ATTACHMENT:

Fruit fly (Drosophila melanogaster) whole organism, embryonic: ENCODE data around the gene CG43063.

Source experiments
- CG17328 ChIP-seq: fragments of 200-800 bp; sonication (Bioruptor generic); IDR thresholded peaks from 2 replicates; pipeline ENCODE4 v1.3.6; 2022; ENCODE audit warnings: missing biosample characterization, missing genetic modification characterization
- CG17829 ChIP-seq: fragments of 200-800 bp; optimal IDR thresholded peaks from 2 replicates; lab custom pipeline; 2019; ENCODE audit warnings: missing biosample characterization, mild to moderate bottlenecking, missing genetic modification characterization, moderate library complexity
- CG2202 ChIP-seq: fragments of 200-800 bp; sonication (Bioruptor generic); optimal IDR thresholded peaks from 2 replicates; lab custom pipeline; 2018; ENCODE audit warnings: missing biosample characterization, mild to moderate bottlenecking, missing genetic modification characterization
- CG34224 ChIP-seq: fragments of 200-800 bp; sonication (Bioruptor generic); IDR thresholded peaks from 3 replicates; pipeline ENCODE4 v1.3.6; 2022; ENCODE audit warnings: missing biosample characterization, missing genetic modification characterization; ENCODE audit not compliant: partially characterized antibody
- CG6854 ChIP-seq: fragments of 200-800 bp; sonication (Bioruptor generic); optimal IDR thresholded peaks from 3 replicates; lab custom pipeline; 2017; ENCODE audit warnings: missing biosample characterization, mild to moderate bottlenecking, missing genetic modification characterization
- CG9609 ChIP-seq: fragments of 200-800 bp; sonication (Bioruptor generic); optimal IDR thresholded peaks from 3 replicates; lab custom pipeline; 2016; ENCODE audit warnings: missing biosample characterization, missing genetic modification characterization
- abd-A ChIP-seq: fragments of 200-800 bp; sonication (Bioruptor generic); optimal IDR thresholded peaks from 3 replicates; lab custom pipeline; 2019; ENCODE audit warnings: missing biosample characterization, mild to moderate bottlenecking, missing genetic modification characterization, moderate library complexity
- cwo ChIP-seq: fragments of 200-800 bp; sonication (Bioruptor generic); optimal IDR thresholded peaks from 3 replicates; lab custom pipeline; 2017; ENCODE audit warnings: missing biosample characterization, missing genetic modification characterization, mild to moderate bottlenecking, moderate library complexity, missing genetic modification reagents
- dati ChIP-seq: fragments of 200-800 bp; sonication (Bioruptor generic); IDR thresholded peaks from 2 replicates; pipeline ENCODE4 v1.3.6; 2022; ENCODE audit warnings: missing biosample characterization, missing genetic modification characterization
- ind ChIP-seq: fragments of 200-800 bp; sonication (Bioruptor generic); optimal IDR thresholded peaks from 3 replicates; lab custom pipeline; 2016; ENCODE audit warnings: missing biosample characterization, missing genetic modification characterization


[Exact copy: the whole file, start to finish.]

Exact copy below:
Fruit fly (Drosophila melanogaster) whole organism, embryonic: ENCODE data around the gene CG43063.

Source experiments
- CG17328 ChIP-seq: fragments of 200-800 bp; sonication (Bioruptor generic); IDR thresholded peaks from 2 replicates; pipeline ENCODE4 v1.3.6; 2022; ENCODE audit warnings: missing biosample characterization, missing genetic modification characterization
- CG17829 ChIP-seq: fragments of 200-800 bp; optimal IDR thresholded peaks from 2 replicates; lab custom pipeline; 2019; ENCODE audit warnings: missing biosample characterization, mild to moderate bottlenecking, missing genetic modification characterization, moderate library complexity
- CG2202 ChIP-seq: fragments of 200-800 bp; sonication (Bioruptor generic); optimal IDR thresholded peaks from 2 replicates; lab custom pipeline; 2018; ENCODE audit warnings: missing biosample characterization, mild to moderate bottlenecking, missing genetic modification characterization
- CG34224 ChIP-seq: fragments of 200-800 bp; sonication (Bioruptor generic); IDR thresholded peaks from 3 replicates; pipeline ENCODE4 v1.3.6; 2022; ENCODE audit warnings: missing biosample characterization, missing genetic modification characterization; ENCODE audit not compliant: partially characterized antibody
- CG6854 ChIP-seq: fragments of 200-800 bp; sonication (Bioruptor generic); optimal IDR thresholded peaks from 3 replicates; lab custom pipeline; 2017; ENCODE audit warnings: missing biosample characterization, mild to moderate bottlenecking, missing genetic modification characterization
- CG9609 ChIP-seq: fragments of 200-800 bp; sonication (Bioruptor generic); optimal IDR thresholded peaks from 3 replicates; lab custom pipeline; 2016; ENCODE audit warnings: missing biosample characterization, missing genetic modification characterization
- abd-A ChIP-seq: fragments of 200-800 bp; sonication (Bioruptor generic); optimal IDR thresholded peaks from 3 replicates; lab custom pipeline; 2019; ENCODE audit warnings: missing biosample characterization, mild to moderate bottlenecking, missing genetic modification characterization, moderate library complexity
- cwo ChIP-seq: fragments of 200-800 bp; sonication (Bioruptor generic); optimal IDR thresholded peaks from 3 replicates; lab custom pipeline; 2017; ENCODE audit warnings: missing biosample characterization, missing genetic modification characterization, mild to moderate bottlenecking, moderate library complexity, missing genetic modification reagents
- dati ChIP-seq: fragments of 200-800 bp; sonication (Bioruptor generic); IDR thresholded peaks from 2 replicates; pipeline ENCODE4 v1.3.6; 2022; ENCODE audit warnings: missing biosample characterization, missing genetic modification characterization
- ind ChIP-seq: fragments of 200-800 bp; sonication (Bioruptor generic); optimal IDR thresholded peaks from 3 replicates; lab custom pipeline; 2016; ENCODE audit warnings: missing biosample characterization, missing genetic modification characterization